Research published this week shows regional climate variability caused an “unusual” period in which some of New Zealand’s glaciers grew bigger, while glaciers worldwide were shrinking.
News of these findings came just a few days after the Deep South National Science Challenge announced funding of about $2 million for five new research projects to help New Zealanders better understand their future climate.
The funding is part of the Deep South National Science Challenge which is tasked with enabling New Zealanders to adapt, manage risk and thrive in a changing climate.
This funding round is focused on the potential impacts and implications of climate change for New Zealand to support planning and decision-making around extreme weather events, drought, changes in typical weather patterns and sea level rise.
Central to the challenge is strengthening the links and interactions with the New Zealand Earth System Model. This numerical model will simulate current climate and make projections of future climates with different scenarios of future global greenhouse gas emissions.
Ultimately the Deep South Challenge will help advance understanding of Southern Hemisphere influences on the global climate and give New Zealanders a greater level of certainty in the face of a changing climate.
The new projects include incorporating climate change impacts in land-use suitability.
The others are:
• The impact of climate change on New Zealand’s frozen water resources – developing improved future projections of glacier and snow melt
• National hydrological and water resource impacts of climate change – a study on the potential effects of climate change on the hydrological cycle
• Robust adaptation decision-making under uncertainty in the water sector
• Supporting decision making through adaptive tools in a changing climate
While the projects are funded by the Deep South Challenge, they are undertaken by researchers across a range of institutions including Victoria University, NIWA, Scion, Landcare Research, University of Otago, Plant & Food Research, AgResearch and GNS Science,.
These projects will be delivered alongside the Engagement and Vision Mātauranga programmes that will connect the science to the experiences, needs, and decision-making processes of New Zealanders.
The new projects represent the development of the final part of the challenge, the Impacts and Implications Programme.
The Deep South National Science Challenge is one of 11 Ministry of Business, Innovation and Employment-funded initiatives aimed at taking a more strategic and collaborative approach to science investment.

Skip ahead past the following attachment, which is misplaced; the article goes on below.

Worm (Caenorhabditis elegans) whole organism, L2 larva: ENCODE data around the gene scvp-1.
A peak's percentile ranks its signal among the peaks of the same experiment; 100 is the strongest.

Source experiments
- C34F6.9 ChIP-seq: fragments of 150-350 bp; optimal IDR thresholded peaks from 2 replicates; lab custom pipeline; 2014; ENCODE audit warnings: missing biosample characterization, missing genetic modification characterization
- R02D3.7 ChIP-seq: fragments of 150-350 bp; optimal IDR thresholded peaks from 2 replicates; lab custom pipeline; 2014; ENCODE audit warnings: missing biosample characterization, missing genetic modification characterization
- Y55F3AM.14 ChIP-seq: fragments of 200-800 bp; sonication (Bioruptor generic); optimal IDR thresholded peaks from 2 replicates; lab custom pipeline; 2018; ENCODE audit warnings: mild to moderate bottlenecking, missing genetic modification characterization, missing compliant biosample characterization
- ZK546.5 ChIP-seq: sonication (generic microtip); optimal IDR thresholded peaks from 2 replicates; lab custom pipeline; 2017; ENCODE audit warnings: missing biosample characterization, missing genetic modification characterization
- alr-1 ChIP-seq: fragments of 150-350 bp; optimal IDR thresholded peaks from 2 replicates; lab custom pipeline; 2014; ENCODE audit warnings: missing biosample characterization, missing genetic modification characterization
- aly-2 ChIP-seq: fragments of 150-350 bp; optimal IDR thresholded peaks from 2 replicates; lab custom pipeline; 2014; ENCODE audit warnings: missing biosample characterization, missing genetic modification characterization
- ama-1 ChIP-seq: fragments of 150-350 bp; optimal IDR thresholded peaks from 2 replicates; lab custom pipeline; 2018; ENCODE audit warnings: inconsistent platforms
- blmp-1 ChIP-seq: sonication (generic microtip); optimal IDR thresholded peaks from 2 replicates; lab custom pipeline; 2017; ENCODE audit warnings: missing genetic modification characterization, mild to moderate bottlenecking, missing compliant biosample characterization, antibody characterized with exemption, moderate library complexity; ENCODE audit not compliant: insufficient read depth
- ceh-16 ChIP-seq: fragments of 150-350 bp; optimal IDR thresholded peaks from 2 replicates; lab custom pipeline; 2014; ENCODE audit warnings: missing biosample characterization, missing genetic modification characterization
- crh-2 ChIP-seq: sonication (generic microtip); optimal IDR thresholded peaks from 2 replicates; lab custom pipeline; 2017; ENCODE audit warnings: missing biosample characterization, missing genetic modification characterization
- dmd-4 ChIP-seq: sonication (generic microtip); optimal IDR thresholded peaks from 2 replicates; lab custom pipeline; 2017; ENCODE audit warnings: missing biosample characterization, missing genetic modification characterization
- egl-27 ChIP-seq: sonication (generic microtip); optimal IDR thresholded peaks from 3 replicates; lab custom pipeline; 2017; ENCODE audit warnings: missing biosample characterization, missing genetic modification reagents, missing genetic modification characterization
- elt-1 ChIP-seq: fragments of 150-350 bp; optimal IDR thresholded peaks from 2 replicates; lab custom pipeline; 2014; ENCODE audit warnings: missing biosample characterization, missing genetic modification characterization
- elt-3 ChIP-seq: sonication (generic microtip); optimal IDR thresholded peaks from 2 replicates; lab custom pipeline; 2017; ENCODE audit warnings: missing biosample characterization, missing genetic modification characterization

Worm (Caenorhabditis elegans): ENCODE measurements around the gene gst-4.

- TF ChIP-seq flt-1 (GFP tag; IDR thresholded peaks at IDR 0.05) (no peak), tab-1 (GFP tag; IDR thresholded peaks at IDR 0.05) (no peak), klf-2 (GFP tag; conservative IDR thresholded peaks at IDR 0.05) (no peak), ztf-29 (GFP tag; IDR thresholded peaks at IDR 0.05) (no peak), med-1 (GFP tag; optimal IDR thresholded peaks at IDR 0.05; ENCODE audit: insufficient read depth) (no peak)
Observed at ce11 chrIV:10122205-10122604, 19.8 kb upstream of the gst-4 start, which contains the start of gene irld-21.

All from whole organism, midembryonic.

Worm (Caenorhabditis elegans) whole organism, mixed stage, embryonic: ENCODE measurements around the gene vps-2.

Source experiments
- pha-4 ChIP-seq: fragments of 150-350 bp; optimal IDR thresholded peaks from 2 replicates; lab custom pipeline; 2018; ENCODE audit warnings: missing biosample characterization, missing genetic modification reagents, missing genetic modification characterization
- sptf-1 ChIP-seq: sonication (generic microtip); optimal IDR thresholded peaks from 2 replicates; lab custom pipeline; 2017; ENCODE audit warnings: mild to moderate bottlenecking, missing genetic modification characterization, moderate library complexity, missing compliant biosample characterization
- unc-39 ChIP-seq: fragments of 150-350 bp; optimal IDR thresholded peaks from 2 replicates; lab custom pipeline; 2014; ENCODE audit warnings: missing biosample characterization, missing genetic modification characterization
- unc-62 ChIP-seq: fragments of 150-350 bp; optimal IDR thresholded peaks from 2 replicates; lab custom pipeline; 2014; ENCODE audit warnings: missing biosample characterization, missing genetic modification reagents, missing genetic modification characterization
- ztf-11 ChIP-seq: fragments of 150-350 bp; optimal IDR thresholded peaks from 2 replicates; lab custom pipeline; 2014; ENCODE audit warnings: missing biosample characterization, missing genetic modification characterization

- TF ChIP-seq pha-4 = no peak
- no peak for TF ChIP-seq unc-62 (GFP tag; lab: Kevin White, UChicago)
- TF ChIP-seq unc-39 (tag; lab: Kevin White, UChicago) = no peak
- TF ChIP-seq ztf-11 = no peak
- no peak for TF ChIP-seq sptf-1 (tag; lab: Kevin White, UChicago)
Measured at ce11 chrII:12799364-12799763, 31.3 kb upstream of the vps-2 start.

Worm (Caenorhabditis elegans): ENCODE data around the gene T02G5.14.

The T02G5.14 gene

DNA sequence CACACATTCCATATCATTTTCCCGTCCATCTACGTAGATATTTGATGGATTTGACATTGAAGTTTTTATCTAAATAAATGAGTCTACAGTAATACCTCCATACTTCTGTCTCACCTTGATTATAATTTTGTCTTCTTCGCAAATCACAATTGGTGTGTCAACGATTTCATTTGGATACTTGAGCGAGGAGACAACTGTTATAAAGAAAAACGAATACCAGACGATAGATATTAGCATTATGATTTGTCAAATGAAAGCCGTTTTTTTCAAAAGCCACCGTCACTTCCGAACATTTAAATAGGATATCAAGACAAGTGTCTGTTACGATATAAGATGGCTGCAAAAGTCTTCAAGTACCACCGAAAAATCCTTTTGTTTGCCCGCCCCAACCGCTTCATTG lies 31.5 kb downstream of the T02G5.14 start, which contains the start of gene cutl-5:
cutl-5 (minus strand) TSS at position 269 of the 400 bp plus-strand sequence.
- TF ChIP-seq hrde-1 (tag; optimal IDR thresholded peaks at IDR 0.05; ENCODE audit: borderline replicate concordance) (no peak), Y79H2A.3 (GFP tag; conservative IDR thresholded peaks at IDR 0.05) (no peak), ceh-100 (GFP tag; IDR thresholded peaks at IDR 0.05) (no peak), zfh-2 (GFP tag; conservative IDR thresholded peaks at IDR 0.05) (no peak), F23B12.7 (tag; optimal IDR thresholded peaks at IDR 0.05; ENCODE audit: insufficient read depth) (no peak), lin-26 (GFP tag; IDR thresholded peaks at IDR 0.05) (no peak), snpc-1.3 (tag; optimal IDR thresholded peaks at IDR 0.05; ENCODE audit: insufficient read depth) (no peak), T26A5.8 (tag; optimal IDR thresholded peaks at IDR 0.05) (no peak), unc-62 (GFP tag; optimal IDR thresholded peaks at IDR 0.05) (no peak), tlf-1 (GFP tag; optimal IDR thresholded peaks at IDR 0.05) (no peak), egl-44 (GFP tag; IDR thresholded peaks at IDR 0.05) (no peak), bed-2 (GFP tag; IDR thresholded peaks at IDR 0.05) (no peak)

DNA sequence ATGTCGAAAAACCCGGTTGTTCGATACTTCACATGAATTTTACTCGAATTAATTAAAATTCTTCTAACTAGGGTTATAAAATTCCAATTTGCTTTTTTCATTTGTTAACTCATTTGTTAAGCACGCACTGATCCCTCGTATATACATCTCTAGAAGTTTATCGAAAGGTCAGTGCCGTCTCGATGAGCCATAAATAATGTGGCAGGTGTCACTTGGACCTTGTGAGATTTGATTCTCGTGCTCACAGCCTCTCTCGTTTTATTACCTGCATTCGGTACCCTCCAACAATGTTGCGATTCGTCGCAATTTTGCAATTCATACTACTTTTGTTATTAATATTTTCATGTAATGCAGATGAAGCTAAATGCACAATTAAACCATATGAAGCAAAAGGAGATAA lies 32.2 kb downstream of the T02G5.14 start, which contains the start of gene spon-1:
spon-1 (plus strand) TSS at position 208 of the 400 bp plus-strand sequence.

For more details of the new research projects, visit the Deep South website here.
The scientific journal Nature Communications has published the findings from the study of glacial changes, funded by a core NIWA project ‘Climate Present and Past’.
It was conducted by scientists from Victoria University of Wellington and the National Institute of Water and Atmospheric Research (NIWA) who used computer modelling to understand the drivers of glaciers.
At least 58 New Zealand glaciers advanced between 1983 and 2008, with Franz Josef Glacier advancing nearly continuously during this time.
“Glaciers advancing is very unusual—especially in this period when the vast majority of glaciers worldwide shrank in size as a result of our warming world,” says lead-author Associate Professor Andrew Mackintosh from Victoria’s Antarctic Research Centre.
“This anomaly hadn’t been satisfactorily explained, so this physics-based study used computer models for the first time to look into it in detail.
“We found that lower temperature caused the glaciers to advance, rather than increased precipitation as previously thought. These periods of reduced temperature affected the entire New Zealand region, and they were significant enough for the glaciers to re-advance in spite of human-induced climate change.”
Associate Professor Mackintosh says the climate variability, which includes the cooler years, still reflects a climate that has been modified by humans.
“It may seem unusual—this regional cooling during a period of overall global warming—but it’s still consistent with human-induced climate change. The temperature changes were a result of variability in the climate system that’s specific to New Zealand.
“New Zealand sits in a region where there’s significant variability in the oceans and the atmosphere—much more than many parts of the world. The climate variability that we identified was also responsible for changes in the Antarctic ice sheet and sea ice during this period.”
Associate Professor Mackintosh says the researchers found New Zealand glaciers that advanced had certain characteristics, including specific elevation and geometry.
Franz Josef Glacier actually regained almost half of the total length it had lost in the 20th century but Tasman Glacier, New Zealand’s largest glacier, continued to retreat. New Zealand glaciers accordingly lost mass overall over the study period.